Certainly Fidel Castro had enjoyed overwhelming support in 1959, but the book overlooks the extent of his internal opposition, evident almost from the very beginning. And Szulc describes the Mariel exodus of 1980 mostly as Castro’s retaliation against remarks made by President Jimmy Carter. But what about Cubans only too eager to leave? Of course, I had ringside seat during Mariel, with my teenage foster son Alex having been forced onto a boat at gunpoint as part of Castro’s vengeful emptying of jails and mental hospitals. However, Szulc had it right when he said of Fidel, “He demands instant response to his slightest whims” (p. 43). Now, ironically, brother Raul has seen an alliance with “the Empire” as the only way to save the Communist Party and the ruling elite. It’s hard to believe that Fidel in his right mind would ever have agreed to such a course, his anti-Americanism was so visceral. I note that Szulc’s reputation as a writer and an international correspondent, as well as his unparalleled access to Fidel Castro, made his book an instant best seller and a definitive resource in its time, even though, in my opinion, his portrait is incomplete and relies too much on Castro’s own words and not enough on independent sources.
All this below has been happening, according to Capitol Hill Cubans-- 24 Apr 2015
On Sunday, over 50 members of the pro-democracy group, The Ladies in White, were beaten and arrested for displaying pictures of current Cuban political prisoners.
-- Cuban political prisoner, Yuriet Pedroso Gonzalez, is on the 50th day of a hunger strike protesting his unjust imprisonment. His condition is life threatening.
-- Cuban democracy activist, Niober Garcia Fournier, of the Cuban Patriotic Union (UNPACU) was stabbed by a Castro regime agent. He remains hospitalized.
-- The Castro regime ratified a three-year prison sentence against democracy activist, Mauricio Noa Maceo, for trying to set up a satellite television connection.
-- In Palma Soriano, UNPACU activist Victor Campa was arrested, while Ruben Torres Saiz was detained, then left gagged and tied on top of an ant nest.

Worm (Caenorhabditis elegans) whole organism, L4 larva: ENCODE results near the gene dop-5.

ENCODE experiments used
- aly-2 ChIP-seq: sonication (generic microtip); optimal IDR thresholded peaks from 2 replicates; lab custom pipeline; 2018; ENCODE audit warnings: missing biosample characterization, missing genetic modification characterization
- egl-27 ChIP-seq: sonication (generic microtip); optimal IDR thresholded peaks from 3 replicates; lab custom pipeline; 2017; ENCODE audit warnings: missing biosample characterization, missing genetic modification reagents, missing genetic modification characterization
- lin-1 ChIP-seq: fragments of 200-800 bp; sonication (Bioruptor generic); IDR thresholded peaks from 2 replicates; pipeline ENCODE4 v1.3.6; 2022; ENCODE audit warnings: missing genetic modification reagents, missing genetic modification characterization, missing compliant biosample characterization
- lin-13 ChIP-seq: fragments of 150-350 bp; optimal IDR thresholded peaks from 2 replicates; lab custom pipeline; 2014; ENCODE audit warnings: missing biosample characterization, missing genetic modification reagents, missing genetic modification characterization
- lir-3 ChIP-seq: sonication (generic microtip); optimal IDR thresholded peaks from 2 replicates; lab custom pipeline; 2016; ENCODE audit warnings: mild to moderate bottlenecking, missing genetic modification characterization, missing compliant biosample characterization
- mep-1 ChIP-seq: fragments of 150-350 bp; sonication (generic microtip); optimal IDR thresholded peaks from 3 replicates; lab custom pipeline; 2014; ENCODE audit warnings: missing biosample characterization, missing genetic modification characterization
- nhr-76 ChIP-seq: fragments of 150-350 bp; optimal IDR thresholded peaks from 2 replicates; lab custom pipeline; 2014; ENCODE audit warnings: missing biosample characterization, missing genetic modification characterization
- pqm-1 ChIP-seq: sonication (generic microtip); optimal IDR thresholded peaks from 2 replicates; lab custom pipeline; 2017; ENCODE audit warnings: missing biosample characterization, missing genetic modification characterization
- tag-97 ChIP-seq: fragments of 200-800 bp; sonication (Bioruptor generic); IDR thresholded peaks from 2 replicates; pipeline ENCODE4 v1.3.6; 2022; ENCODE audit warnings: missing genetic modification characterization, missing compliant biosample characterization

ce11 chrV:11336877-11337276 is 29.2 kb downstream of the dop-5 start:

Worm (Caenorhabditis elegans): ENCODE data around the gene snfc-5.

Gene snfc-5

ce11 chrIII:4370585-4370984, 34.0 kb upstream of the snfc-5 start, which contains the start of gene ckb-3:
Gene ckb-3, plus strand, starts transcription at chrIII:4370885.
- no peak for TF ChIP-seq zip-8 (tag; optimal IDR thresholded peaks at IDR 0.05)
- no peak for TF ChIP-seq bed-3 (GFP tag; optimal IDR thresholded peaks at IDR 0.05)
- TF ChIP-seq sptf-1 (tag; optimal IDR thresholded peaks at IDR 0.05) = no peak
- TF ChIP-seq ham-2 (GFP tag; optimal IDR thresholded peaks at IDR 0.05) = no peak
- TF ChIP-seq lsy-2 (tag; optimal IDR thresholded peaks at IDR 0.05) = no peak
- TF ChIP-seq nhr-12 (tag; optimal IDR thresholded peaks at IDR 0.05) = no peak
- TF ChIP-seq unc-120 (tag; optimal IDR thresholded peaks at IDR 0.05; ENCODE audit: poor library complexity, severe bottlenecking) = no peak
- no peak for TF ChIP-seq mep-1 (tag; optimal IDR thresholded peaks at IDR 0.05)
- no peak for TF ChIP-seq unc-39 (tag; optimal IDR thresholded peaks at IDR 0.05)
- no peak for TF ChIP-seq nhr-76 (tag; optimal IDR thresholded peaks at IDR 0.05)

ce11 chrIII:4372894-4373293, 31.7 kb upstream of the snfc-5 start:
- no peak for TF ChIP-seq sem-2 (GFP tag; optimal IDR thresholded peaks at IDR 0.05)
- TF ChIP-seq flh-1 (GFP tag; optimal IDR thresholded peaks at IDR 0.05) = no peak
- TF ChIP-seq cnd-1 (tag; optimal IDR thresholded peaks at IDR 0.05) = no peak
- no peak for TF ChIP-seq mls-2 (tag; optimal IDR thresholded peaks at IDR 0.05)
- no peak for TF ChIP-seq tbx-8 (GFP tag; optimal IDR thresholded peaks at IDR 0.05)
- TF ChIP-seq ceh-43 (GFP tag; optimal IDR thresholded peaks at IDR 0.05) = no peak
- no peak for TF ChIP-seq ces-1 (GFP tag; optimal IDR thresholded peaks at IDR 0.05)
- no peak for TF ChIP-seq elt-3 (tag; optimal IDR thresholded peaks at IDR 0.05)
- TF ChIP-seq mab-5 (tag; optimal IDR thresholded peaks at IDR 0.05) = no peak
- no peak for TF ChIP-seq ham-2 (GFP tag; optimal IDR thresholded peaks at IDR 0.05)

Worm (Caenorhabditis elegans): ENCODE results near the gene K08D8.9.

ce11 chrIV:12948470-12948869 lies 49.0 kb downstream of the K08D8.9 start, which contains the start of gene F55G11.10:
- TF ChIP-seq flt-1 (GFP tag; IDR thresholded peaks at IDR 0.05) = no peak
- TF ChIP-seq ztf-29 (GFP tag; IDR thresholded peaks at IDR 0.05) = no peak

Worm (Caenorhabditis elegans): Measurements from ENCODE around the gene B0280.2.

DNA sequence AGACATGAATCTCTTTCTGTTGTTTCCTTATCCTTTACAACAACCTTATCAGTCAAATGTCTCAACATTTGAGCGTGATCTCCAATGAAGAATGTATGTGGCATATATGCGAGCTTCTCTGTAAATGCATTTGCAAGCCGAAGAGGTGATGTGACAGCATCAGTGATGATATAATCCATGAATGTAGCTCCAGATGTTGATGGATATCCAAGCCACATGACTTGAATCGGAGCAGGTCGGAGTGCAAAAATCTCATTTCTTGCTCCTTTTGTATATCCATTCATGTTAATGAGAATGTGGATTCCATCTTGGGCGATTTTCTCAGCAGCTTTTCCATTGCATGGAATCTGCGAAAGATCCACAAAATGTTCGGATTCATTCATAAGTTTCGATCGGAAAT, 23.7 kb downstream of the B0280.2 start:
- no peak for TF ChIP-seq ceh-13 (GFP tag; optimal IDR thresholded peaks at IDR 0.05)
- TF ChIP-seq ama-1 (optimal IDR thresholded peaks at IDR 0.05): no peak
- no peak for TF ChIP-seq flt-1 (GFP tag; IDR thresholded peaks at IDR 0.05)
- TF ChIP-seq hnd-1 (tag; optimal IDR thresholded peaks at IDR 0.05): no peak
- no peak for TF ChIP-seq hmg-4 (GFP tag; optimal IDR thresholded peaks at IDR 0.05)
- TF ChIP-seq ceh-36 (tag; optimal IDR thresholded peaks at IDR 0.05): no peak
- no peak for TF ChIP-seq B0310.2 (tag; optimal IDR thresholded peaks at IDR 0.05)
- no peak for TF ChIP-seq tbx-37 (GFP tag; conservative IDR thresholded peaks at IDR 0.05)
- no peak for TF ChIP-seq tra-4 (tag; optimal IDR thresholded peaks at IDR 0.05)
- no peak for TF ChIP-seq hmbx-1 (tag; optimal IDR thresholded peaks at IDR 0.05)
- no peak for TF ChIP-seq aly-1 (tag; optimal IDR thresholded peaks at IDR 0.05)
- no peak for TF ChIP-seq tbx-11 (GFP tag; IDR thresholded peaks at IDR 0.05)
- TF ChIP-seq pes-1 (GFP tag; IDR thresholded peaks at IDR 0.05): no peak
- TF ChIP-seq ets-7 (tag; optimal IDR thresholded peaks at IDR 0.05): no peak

-- On Wednesday, more members of The Ladies in White were arrested in order to impede a lunch they had organized to help feed the needy.
-- And today, Castro's security forces stormed Havana's Central Park to stop a small protest by democracy activists. Among those arrested was democracy activist, Wilberto Parada. A visiting Spanish journalist was also arrested.
For hardcore Cuba watchers, here’s a thoughtful and extensive exploration of possible future scenarios:http://www.e-ir.info/2015/05/03/the-political-economy-of-the-cuban-reforms/
A lament now about another country in my Caribbean volunteer sphere for Amnesty International: the Dominican Republic. I’ve mentioned the effort to strip Haitian-born and Haitian-descended people living in the DR of their Dominican citizenship. In an earlier Latin American trip, including to the DR, VP Biden apparently failed to raise the DR citizenship issue although we tried to inform him and his staff in advance. The Obama administration has not responded publicly on this issue and seems to be trying to be non-interventionist and uncritical of other governments, not throwing its weight around, especially in Latin America. Revoking the visas of a few Venezuelan officials is as far it has been willing to go. Maybe it has its hands full with ISIS, Iran, and Ukraine.